Hillary ‘SNL’ Appearance May Trigger ‘Equal Time’ Law
Jacob Gershman reports for WSJ’s LawBlog (“Clinton ‘SNL’ Cameo Could Entitle Challengers to Free Air Time“):
Hillary Clinton’s appearance on “Saturday Night Live” last weekend could trigger the so-called equal-time rule, the federal law that allows qualified opposing candidates to demand comparable air time.
The Democratic presidential contender had a three-minute cameo in the ”SNL” season opener, playing a bartender named Val who comforts a distraught, pretend Hillary sitting at the bar. During her three-minute on air, the former secretary of state poked fun at her delayed support for gay marriage, did a Donald Trump impression and sang before a sympathetic, cheering live audience.
The morning after the show aired, NBC’s head of affiliate relations, Jean Dietze, wrote to affiliate general managers about the sketch, instructing them to file an official notice with the FCC and to alert the network if they receive a demand for equal time from another presidential candidate. Here’s a copy of the notice later filed by WNBC in New York.
The federal equal-time rule applies when a broadcast station gives air time to a candidate for office and the appearance doesn’t fall into one of several exempt categories: a newscast, interview, documentary or a live news event like a political convention. A comedy sketch show like “SNL” doesn’t obviously fall into any one of those groups.
The FCC has never released an official opinion on whether the law applies to shows like “SNL,” but NBC has assumed it does. An NBC spokeswoman told Law Blog that the network regularly sends out such alerts to affiliates when a political candidate shows up on “SNL”, but said until recently the correspondence wasn’t available online. In 2012 the FCC started requiring affiliate “political files,” which contain the notices, to be posted on the Internet.
The FCC rule lets qualified candidates get comparable air time on the same network in the same time slot. There’s no right to appear on the same show, so candidates couldn’t demand an “SNL” cameo of their own. Cable networks aren’t subject to the rule.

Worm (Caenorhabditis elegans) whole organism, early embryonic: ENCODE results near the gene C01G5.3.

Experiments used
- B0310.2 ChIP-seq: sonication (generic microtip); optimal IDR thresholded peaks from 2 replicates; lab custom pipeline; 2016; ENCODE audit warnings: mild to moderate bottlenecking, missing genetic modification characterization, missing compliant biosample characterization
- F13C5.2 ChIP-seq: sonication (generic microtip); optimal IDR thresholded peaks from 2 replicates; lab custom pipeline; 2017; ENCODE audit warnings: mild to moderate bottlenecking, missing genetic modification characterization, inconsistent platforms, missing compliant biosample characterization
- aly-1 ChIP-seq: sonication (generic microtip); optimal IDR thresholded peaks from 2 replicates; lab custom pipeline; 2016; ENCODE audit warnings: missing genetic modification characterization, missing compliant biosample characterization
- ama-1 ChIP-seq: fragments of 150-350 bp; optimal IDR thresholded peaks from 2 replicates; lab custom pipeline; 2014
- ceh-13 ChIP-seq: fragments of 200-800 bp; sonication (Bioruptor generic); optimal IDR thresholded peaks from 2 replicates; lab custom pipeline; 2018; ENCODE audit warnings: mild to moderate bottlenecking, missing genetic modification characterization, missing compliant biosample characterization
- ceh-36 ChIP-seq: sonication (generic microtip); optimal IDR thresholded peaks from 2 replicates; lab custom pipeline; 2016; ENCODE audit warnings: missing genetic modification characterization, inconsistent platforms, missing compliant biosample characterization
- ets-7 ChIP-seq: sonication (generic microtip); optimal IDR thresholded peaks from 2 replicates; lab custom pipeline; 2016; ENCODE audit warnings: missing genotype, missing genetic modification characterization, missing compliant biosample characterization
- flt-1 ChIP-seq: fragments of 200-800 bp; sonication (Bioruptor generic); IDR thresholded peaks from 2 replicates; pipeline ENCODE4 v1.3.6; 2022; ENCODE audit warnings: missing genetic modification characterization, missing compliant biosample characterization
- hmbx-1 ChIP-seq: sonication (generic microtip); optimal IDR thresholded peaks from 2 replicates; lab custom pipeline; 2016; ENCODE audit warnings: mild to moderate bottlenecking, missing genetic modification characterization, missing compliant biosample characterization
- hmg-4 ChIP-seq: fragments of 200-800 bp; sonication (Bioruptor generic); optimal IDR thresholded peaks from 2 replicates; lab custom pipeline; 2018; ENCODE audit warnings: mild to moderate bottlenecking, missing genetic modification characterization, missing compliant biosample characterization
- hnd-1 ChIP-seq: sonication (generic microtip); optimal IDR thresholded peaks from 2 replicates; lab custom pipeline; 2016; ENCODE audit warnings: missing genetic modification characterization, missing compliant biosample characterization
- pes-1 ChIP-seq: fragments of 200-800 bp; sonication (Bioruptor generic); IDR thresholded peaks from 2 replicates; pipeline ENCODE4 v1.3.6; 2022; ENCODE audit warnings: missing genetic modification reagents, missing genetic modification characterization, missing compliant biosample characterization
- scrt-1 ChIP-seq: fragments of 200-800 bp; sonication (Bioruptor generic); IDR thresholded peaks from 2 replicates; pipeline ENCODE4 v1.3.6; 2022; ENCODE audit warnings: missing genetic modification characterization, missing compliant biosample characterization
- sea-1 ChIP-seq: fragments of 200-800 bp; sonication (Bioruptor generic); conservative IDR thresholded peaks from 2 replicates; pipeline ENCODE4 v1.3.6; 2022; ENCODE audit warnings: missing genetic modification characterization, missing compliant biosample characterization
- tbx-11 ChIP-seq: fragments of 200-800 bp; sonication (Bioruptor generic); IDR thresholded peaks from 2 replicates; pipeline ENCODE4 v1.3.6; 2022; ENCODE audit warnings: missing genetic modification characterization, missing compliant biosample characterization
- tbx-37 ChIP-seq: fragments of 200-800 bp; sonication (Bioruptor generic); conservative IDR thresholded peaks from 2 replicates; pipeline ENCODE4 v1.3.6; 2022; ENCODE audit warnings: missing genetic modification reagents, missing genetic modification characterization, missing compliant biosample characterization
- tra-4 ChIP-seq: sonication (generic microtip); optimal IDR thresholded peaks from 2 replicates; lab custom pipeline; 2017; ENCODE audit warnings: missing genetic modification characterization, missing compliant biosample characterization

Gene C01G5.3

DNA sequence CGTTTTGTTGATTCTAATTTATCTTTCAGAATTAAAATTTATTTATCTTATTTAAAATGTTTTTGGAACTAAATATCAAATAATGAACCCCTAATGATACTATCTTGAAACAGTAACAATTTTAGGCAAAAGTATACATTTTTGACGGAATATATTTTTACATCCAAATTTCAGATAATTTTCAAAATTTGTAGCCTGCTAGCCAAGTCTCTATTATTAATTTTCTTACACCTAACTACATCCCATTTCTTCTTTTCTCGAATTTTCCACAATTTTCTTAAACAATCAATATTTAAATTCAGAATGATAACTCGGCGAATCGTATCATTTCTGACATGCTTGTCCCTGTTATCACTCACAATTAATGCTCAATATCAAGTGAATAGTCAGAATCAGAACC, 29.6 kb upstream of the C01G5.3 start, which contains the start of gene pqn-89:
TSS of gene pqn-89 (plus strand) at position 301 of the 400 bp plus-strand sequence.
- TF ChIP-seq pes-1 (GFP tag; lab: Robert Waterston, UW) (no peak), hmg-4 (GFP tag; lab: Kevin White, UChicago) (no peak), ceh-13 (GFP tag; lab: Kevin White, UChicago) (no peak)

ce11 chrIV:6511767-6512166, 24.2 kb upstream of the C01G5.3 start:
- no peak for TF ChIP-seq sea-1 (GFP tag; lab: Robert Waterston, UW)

The rule strikes me as simultaneously antiquated and inadequate.
It’s not 1974. A mere seven percent of Americans rely on over-the-air signals for their television viewing. I’ve long since been at the point where I’m scarcely aware of what network shows air on, since I watch everything but live sports via my DVR or via streaming from Netflix or Amazon. The distinction between “broadcast” and cable and satellite has long been obsolete.
To be sure, the four broadcast networks (ABC, NBC, CBS, and Fox) dominate the ratings. Of the top-rated shows for the 2014-15 season, every single one of the top 89 shows were one one of those networks. All of the top 190 were on one of the Big Four or CW. (I’m incredibly atypical in that regard, in that the vast majority of the shows that I record or stream originate from a niche network on either basic or premium cable.) But the requirement for equal time on the broadcast networks isn’t a function of their dominance of the marketplace but rather a requirement imposed because broadcast signals must necessarily be regulated.
At the same time, to the extent it remains a good idea to require equal time for other candidates once one is featured on a program, the venue and time slot certainly matter. ‘SNL’ in particular is a prestige venue and Clinton was featured in the opening sketch, the most coveted segment. To give Bernie Sanders or Jim Webb “equal time” when no one is watching is hardly in the spirit of the rule.